Counselling can help you to heal from the effects of ACEs in a number of ways. A counsellor can help you to:
- – Understand your experiences: A counsellor can help you to understand what happened to you, how it affected you, and how it is affecting you now.
- – Develop coping mechanisms: A counsellor can help you to develop healthy coping mechanisms for dealing with the stress and trauma of ACEs.
- – Build healthy relationships: A counselor can help you to build healthy relationships with others.
- – Manage symptoms of mental health conditions that may have developed as a result of ACEs.: If you are experiencing mental health conditions as a result of ACEs, a counsellor can help you to manage the symptoms.
Here are some additional guide for people looking to get counselling
- – Be patient with yourself. Healing from ACEs takes time and may not be practical to expect to feel better overnight.
- – Don’t give up. Healing from ACEs is possible.
- – Don’t be afraid to ask for help. If you are struggling, don’t be afraid to reach out to a counselor or other mental health professional.
- – Find a counsellor who is a good fit for you. It is important to find a counsellor who you feel comfortable with and who you can trust.
- – Be open to different types of therapy. There are many different types of therapy that can be helpful for people with ACEs. Find a type of therapy that works for you.
- – Be kind to yourself. You have been through a lot. Give yourself the compassion and understanding that you deserve.
- Anda, R. F., Felitti, V. J., Bremner, J. D., Walker, J. D., Whitfield, C., Perry, B. D., … & Giles, W. H. (2006). The enduring effects of abuse and related adverse experiences in childhood: A convergence of evidence from neurobiology and epidemiology. European archives of psychiatry and clinical neuroscience, 256(3), 174-186.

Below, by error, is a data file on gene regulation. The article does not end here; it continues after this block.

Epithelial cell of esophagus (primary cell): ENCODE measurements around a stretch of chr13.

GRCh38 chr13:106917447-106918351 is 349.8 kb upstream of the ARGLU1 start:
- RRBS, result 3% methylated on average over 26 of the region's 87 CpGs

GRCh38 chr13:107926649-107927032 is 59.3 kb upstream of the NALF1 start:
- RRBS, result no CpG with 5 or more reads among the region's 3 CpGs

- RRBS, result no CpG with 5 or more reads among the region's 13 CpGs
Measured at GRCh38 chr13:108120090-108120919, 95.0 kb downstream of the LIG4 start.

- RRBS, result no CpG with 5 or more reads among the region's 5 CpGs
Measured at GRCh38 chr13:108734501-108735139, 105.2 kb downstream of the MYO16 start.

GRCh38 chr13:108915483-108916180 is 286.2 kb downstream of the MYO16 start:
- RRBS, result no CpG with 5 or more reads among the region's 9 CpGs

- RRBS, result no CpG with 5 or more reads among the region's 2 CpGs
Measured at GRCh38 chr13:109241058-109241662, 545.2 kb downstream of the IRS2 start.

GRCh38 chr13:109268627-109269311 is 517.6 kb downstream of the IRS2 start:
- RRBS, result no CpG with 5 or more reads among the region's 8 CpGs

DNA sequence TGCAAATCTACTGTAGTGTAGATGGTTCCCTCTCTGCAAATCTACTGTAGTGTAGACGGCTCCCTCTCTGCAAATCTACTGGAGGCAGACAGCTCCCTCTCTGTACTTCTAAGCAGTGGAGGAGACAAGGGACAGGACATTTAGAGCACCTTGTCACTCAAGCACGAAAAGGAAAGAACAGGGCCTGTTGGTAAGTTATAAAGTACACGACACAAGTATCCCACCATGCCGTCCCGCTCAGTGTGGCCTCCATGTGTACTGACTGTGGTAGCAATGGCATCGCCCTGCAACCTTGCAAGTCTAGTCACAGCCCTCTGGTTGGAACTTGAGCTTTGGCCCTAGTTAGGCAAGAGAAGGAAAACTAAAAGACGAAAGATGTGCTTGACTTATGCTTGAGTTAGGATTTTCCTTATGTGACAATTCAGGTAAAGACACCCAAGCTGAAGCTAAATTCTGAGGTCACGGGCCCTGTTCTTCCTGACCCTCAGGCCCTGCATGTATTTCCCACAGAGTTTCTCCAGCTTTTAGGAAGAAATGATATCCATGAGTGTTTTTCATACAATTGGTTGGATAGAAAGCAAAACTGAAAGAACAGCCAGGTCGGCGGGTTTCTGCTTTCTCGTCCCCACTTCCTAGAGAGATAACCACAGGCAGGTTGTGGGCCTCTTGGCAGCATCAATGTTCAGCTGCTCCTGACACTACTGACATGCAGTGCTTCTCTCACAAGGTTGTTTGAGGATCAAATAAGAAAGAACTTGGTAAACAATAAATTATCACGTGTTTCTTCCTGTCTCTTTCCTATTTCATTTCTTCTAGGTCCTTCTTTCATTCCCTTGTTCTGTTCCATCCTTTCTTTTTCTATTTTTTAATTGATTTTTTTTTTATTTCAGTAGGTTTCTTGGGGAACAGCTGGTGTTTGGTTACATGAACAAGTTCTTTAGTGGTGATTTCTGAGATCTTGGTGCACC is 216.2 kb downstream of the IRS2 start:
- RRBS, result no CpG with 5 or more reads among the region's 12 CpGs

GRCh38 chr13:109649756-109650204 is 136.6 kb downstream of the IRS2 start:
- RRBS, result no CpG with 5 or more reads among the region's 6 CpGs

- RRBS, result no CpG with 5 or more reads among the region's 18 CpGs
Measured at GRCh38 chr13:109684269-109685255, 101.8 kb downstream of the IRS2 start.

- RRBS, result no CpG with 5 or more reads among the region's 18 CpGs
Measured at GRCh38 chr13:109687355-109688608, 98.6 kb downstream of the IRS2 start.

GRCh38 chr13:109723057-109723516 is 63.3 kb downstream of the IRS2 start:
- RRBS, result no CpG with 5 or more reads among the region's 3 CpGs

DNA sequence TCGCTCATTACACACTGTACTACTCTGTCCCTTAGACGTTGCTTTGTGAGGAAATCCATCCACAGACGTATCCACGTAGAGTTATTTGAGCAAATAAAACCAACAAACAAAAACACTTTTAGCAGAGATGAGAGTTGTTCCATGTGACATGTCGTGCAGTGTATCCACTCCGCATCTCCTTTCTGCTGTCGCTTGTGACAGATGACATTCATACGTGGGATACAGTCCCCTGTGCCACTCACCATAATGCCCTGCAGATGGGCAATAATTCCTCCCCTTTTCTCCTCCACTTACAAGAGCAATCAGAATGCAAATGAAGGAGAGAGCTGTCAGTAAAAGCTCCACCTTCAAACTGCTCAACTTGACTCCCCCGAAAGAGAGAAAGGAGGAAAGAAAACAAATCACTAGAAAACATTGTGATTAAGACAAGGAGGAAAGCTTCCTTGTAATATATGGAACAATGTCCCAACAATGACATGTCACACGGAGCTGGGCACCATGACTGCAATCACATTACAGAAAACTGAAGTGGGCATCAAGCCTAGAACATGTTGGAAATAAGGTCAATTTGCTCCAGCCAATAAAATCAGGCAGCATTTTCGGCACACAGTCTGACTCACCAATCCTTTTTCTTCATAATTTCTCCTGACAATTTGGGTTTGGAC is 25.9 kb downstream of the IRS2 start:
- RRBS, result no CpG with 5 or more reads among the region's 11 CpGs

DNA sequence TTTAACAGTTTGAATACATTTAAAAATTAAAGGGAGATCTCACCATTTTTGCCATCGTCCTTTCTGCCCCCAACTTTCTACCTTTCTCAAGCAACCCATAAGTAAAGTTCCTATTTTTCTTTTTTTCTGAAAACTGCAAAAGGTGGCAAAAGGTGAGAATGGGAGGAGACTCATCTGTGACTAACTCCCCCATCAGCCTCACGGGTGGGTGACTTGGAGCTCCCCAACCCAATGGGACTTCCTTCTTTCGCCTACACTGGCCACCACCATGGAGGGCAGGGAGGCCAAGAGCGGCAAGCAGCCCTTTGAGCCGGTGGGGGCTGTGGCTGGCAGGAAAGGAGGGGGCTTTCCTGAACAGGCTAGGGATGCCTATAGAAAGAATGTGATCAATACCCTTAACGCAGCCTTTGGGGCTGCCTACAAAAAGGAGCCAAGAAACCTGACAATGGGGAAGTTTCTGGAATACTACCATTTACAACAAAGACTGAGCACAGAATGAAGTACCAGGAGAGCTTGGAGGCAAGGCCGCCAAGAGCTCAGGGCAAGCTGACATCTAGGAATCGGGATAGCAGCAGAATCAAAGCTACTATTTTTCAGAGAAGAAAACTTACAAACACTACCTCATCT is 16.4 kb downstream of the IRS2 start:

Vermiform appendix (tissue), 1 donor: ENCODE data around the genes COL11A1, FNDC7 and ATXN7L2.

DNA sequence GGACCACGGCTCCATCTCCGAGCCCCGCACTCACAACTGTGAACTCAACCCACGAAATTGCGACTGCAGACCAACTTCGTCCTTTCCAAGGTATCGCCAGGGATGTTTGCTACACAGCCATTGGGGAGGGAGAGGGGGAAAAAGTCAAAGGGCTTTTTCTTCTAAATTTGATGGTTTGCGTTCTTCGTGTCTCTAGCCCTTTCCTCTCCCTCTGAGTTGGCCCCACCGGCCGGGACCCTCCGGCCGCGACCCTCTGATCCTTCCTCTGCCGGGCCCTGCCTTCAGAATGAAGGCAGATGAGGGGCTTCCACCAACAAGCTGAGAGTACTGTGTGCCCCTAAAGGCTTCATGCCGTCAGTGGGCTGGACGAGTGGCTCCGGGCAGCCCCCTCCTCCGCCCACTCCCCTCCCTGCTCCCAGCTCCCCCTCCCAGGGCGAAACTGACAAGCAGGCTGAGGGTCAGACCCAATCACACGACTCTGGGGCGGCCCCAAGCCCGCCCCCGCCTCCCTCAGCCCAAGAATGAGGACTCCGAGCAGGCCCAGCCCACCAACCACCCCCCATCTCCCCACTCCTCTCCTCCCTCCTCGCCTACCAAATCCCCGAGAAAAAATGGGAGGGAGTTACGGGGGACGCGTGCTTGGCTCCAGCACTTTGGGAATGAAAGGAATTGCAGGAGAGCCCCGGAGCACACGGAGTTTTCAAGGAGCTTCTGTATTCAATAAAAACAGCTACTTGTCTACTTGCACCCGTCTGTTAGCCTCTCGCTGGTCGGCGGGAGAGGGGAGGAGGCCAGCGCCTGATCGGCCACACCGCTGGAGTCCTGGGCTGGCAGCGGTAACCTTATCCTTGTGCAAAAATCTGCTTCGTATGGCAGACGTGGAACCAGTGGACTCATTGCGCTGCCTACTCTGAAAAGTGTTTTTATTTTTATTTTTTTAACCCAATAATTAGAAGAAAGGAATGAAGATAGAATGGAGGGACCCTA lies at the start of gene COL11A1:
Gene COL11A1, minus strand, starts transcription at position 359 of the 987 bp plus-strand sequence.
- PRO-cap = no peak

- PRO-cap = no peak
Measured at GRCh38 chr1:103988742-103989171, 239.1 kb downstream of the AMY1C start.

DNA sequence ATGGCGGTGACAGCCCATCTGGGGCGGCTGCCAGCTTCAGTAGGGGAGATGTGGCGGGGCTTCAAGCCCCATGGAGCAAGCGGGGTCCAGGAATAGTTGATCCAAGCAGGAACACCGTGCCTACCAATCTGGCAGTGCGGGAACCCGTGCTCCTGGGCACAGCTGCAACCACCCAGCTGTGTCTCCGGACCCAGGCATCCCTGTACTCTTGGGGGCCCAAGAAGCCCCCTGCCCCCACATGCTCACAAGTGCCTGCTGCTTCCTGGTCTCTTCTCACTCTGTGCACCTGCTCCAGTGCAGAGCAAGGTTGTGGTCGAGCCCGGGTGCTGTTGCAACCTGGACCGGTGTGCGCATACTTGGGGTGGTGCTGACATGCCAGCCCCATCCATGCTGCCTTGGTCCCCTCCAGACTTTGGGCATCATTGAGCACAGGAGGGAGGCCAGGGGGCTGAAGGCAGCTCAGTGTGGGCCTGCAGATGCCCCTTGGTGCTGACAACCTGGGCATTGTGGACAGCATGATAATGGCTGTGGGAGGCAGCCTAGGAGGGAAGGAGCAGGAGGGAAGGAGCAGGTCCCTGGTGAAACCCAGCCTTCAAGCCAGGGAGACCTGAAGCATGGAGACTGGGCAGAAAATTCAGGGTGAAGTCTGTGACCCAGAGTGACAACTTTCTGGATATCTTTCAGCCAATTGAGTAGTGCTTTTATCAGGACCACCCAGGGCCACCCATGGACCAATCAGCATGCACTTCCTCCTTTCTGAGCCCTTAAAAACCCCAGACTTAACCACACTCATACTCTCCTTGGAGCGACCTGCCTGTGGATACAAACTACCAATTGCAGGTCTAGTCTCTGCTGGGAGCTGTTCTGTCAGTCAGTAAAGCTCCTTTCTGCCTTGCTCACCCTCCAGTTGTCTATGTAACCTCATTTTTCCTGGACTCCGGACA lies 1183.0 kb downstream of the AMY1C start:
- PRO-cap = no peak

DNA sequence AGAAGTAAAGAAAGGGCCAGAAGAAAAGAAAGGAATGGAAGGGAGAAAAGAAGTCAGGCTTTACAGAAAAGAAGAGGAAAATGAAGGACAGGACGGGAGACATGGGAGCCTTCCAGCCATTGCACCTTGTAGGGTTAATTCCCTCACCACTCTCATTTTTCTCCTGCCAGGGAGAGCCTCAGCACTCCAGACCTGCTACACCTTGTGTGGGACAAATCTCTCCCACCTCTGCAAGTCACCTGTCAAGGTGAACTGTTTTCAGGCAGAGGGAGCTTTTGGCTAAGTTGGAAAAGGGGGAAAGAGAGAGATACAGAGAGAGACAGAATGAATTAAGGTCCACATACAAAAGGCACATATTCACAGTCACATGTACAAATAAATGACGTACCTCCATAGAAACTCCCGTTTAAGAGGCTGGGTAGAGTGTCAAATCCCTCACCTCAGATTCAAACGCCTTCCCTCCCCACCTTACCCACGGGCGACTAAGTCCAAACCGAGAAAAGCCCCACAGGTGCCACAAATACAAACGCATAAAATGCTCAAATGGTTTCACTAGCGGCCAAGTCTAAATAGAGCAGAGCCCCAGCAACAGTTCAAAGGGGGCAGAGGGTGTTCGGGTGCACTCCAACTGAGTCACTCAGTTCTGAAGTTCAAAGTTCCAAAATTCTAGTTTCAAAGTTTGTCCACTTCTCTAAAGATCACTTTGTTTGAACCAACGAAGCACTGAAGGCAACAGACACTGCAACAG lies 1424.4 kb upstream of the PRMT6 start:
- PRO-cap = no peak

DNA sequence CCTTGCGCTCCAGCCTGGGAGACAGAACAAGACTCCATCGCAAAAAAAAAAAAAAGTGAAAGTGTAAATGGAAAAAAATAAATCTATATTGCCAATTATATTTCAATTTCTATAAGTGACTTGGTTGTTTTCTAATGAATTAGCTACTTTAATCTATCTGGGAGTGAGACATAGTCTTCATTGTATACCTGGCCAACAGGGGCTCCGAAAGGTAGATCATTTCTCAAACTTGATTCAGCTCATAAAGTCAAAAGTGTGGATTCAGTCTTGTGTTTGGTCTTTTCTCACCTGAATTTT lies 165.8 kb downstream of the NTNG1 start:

- American Psychological Association. (2019). Recognizing the signs of childhood trauma.
- Centers for Disease Control and Prevention. (2020). About the CDC-Kaiser ACE Study.
- Centers for Disease Control and Prevention. (2022, March 8). Adverse Childhood Experiences (ACEs). Retrieved from https://www.cdc.gov/violenceprevention/aces/index.html
- Child Trends. (2022, March 8). Adverse Childhood Experiences (ACEs) Different Than Child Trauma, Critical to Understand Why. Retrieved from https://www.childtrends.org/blog/adverse-childhood-experiences-different-than-child-trauma-critical-to-understand-why
- Felitti, V. J., Anda, R. F., Nordenberg, D., Williamson, D. F., Spitz, A. M., Edwards, V., … & Marks, J. S. (1998). Relationship of childhood abuse and household dysfunction to many of the leading causes of death in adults: The Adverse Childhood Experiences (ACE) Study. American journal of preventive medicine, 14(4), 245-258.
- National Child Traumatic Stress Network. (2022, March 8). Trauma and Adverse Childhood Experiences (ACEs). Retrieved from https://eclkc.ohs.acf.hhs.gov/publication/trauma-adverse-childhood-experiences-aces
- Substance Abuse and Mental Health Services Administration. (2014). SAMHSA’s concept of trauma and guidance for a trauma-informed approach.